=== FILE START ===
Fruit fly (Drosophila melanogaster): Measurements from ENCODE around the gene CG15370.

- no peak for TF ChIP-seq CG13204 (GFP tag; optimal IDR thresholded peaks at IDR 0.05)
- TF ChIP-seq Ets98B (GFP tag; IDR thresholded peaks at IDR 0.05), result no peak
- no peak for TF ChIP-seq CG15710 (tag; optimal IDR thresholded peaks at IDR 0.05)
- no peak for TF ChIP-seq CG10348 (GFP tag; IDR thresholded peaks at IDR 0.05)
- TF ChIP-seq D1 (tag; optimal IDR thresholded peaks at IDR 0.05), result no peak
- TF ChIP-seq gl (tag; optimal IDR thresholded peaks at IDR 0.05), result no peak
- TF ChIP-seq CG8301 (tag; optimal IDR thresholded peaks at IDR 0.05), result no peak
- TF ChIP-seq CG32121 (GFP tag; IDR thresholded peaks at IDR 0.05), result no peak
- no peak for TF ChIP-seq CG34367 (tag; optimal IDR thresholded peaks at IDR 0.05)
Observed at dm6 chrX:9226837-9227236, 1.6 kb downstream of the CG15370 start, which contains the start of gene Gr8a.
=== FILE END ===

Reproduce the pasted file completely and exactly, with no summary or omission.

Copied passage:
Fruit fly (Drosophila melanogaster): Measurements from ENCODE around the gene CG15370.

- no peak for TF ChIP-seq CG13204 (GFP tag; optimal IDR thresholded peaks at IDR 0.05)
- TF ChIP-seq Ets98B (GFP tag; IDR thresholded peaks at IDR 0.05), result no peak
- no peak for TF ChIP-seq CG15710 (tag; optimal IDR thresholded peaks at IDR 0.05)
- no peak for TF ChIP-seq CG10348 (GFP tag; IDR thresholded peaks at IDR 0.05)
- TF ChIP-seq D1 (tag; optimal IDR thresholded peaks at IDR 0.05), result no peak
- TF ChIP-seq gl (tag; optimal IDR thresholded peaks at IDR 0.05), result no peak
- TF ChIP-seq CG8301 (tag; optimal IDR thresholded peaks at IDR 0.05), result no peak
- TF ChIP-seq CG32121 (GFP tag; IDR thresholded peaks at IDR 0.05), result no peak
- no peak for TF ChIP-seq CG34367 (tag; optimal IDR thresholded peaks at IDR 0.05)
Observed at dm6 chrX:9226837-9227236, 1.6 kb downstream of the CG15370 start, which contains the start of gene Gr8a.